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Features

Why Are Americans Drinking Less Cow's Milk?

Why Are Americans Drinking Less Cow's Milk? Its Appeal Has Curdled | WGBH | Craving Boston

When's the last time you had a glass of cow's milk?

Americans are drinking a lot less milk than they used to. According to the U. S. Department of Agriculture, the average person drinks 18 gallons a year. Back in the 1970s it was more like 30 gallons a year. We once hoisted a glass with dinner, soaked our breakfast cereal or dipped into the occasional milkshake. This habitual milk drinking was no accident.

  • May 16, 2017

Here Are 5 Things You Must Do At The Nantucket Wine & Food Festival

With a lineup of top-notch winemakers, award-winning chefs and renowned luminaries, the festival's 21st year is sure to be one of its best.

Here Are 5 Things You Must Do At The Nantucket Wine & Food Festival | WGBH | Craving Boston

It’s May, and it's time to party island-style. The Nantucket Wine & Food Festival is back in full swing for another spectacular experience. With a lineup of top-notch winemakers, award-winning chefs and renowned luminaries this year’s festival is sure to be a showstopper. Grab your Sperry Top-Siders and crisp up the collar on your Izod - we’re heading to Nantucket. And here are some of the things you won't want to miss. 

1. Island Hopping with Chefs Jose Enrique & Michael Scelfo

  • May 16, 2017

Fresh Food By Prescription: This Health Care Firm Is Trimming Costs — And Waistlines

Fresh Food By Prescription: This Health Care Firm Is Trimming Costs — And Waistlines | WGBH | Craving Boston

The advice to eat a healthy diet is not new. Back around 400 B.C., Hippocrates, the Greek doctor, had this missive: Let food be thy medicine.

But as a society, we've got a long way to go. About 1 out of every 2 deaths from heart disease, stroke and Type 2 diabetes in the U.S. is linked to a poor diet. That's about 1,000 deaths a day.

  • May 8, 2017

Why Taste Buds Dull As We Age

Why Taste Buds Dull As We Age | WGBH | Craving Boston

Sometimes people develop strange eating habits as they age. For example, Amy Hunt, a stay-at-home mom in Austin, Texas, says her grandfather cultivated some unusual taste preferences in his 80s.

"I remember teasing him because he literally put ketchup or Tabasco sauce on everything," says Hunt. "When we would tease him, he would shrug his shoulders and just say he liked it." But Hunt's father, a retired registered nurse, had a theory: Her grandfather liked strong flavors because of his old age and its effects on taste.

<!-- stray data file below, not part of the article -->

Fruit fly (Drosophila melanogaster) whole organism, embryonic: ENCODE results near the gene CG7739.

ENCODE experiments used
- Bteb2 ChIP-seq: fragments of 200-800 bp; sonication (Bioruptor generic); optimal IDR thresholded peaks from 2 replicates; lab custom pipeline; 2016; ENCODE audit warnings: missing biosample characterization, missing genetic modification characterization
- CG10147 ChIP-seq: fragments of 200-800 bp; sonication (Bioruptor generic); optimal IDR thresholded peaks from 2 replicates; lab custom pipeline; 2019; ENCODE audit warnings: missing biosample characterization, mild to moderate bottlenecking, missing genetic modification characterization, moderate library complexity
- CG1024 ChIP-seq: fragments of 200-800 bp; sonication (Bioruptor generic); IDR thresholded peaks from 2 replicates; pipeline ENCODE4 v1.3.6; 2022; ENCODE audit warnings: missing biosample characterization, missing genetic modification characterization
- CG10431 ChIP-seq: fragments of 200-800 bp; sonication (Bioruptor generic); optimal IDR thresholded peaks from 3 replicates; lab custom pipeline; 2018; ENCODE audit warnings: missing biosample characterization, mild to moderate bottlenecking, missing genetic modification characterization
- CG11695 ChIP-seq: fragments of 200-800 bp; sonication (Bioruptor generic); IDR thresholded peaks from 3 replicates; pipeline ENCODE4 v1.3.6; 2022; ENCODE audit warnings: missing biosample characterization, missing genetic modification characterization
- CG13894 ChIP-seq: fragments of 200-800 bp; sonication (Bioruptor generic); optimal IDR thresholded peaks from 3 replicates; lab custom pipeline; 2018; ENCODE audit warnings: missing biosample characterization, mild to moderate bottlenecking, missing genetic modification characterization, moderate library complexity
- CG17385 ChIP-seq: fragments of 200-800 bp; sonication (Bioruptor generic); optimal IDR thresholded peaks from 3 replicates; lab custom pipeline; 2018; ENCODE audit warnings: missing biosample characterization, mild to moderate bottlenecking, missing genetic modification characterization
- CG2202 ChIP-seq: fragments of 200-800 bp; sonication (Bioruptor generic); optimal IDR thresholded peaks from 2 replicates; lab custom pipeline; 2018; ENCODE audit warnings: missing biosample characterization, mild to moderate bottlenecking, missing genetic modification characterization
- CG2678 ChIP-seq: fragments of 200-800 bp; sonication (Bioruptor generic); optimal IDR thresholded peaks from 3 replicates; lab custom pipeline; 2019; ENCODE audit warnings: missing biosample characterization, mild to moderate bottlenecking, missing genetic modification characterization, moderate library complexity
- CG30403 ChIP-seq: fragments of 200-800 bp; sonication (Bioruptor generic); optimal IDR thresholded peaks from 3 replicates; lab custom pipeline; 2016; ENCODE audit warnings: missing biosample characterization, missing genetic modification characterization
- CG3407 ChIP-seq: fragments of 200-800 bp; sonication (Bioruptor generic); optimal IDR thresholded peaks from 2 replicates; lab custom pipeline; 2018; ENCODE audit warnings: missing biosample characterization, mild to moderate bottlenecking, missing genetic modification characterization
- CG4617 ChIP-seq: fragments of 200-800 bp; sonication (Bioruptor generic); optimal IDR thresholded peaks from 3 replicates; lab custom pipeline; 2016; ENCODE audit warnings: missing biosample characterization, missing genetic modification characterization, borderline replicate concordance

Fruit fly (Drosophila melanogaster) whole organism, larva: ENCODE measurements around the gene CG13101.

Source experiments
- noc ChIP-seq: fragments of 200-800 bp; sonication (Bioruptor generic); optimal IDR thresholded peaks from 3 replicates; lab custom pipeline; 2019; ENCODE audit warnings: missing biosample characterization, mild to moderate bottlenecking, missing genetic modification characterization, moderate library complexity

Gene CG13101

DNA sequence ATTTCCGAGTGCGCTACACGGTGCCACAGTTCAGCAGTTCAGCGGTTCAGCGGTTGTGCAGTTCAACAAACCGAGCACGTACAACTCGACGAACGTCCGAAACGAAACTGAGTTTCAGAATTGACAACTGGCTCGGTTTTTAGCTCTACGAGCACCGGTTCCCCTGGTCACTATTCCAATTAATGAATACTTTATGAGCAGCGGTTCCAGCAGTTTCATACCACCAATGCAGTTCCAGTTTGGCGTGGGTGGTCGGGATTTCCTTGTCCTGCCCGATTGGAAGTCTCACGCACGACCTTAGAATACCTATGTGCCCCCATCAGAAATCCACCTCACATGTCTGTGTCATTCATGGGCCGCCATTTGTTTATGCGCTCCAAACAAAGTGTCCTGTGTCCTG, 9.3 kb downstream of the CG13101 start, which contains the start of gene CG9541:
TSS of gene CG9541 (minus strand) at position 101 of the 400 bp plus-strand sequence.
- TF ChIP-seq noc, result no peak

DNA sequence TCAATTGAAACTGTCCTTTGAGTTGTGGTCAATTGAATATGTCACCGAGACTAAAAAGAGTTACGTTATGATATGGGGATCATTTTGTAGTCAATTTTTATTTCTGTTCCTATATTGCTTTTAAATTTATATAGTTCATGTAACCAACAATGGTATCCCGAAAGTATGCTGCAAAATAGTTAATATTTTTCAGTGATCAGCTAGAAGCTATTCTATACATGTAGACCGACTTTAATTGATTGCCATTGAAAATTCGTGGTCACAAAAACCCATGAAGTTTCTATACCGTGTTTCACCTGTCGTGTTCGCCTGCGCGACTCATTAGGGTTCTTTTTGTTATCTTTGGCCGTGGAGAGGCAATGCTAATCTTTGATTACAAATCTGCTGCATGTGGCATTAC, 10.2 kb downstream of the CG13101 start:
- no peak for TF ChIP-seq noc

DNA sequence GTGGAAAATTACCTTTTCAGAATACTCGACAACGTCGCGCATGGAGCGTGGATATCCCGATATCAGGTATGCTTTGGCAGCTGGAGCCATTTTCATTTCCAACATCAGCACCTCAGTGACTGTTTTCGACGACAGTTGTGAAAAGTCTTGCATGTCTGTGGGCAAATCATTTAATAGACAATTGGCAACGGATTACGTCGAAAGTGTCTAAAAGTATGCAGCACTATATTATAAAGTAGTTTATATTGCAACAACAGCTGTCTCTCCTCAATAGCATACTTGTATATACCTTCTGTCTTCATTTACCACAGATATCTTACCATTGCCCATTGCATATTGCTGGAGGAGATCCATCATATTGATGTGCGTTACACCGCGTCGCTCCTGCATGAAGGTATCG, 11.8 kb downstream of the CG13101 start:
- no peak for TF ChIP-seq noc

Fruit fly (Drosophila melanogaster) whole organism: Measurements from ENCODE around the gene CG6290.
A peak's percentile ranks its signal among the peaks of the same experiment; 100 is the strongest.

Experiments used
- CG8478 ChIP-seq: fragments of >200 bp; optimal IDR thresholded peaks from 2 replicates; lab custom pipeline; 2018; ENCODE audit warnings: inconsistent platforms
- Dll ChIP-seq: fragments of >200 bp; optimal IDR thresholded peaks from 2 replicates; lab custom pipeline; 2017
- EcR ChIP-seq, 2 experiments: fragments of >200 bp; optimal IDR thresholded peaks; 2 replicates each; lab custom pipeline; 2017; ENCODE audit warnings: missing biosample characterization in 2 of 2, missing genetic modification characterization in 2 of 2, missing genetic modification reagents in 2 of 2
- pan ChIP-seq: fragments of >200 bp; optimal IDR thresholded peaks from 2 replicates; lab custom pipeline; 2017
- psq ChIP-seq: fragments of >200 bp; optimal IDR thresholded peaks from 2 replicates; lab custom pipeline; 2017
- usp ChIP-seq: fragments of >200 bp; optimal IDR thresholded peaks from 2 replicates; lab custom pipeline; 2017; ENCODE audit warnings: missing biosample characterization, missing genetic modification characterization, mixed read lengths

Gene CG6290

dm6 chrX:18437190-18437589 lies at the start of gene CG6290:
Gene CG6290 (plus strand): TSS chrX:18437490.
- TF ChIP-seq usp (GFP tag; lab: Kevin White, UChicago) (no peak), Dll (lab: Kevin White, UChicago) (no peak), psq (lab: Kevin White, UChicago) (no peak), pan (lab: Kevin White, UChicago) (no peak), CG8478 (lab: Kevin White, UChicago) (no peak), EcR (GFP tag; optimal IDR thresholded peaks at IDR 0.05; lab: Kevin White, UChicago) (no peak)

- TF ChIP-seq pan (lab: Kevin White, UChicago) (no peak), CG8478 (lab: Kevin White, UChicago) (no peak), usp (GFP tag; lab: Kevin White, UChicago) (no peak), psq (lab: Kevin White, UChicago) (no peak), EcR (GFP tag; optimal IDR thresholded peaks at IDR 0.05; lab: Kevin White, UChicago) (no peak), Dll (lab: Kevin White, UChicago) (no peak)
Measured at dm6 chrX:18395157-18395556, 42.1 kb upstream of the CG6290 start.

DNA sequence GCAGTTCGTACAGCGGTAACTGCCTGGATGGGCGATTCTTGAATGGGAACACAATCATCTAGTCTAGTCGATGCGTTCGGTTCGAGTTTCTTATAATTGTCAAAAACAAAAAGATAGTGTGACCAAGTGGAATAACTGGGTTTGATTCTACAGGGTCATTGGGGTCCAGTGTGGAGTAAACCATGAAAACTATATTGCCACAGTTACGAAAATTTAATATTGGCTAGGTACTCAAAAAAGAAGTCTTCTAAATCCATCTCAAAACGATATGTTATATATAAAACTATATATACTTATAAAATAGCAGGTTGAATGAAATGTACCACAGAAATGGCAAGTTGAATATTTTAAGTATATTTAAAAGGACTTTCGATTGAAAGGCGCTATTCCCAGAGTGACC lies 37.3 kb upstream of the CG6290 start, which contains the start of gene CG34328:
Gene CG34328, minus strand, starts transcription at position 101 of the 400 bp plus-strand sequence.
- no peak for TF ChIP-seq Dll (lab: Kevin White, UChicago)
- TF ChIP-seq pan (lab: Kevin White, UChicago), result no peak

• May 5, 2017

Film And Food: Sharing The Stories Of Immigrants With Conservative America

Film And Food: Sharing The Stories Of Immigrants With Conservative America | WGBH | Craving Boston

Like a lot of creatives distressed by the current political climate, filmmakers Daniel Klein and Mirra Fine want to tell stories that matter right now. They want to make a difference.

The husband-and-wife duo behind the Perennial Plate, a weekly web-based program showcasing sustainable food and farming practices, believe in the power of a meal combined with storytelling to bring people together.

  • May 4, 2017

More Salt In School Lunch, Less Nutrition Info On Menus: Trump Rolls Back Food Rules

Agriculture Secretary Sonny Perdue eats lunch with students at the Catoctin Elementary School in Leesburg, Va., on Monday. (Photo: Carolyn Kaster/AP)

The Trump administration has said it wants to remove burdensome regulation, and on Monday it served up a taste of what that looks like when it comes to two aspects of food policy: school lunch and calorie labels on menus.

Agriculture Secretary Sonny Perdue announced a plan to delay a mandate that would require schools to further reduce sodium levels in the meals they serve. In addition, Perdue wants to give the green light to schools that want to serve some grains that aren't whole-grain rich.

  • May 2, 2017

Keeping Portuguese Traditions And Brother’s Memory Alive At The Neighborhood

Sheila Borges-Foley doesn't run the business because she loves cooking. She runs it out of a deep love for her heritage, and a love for her late brother.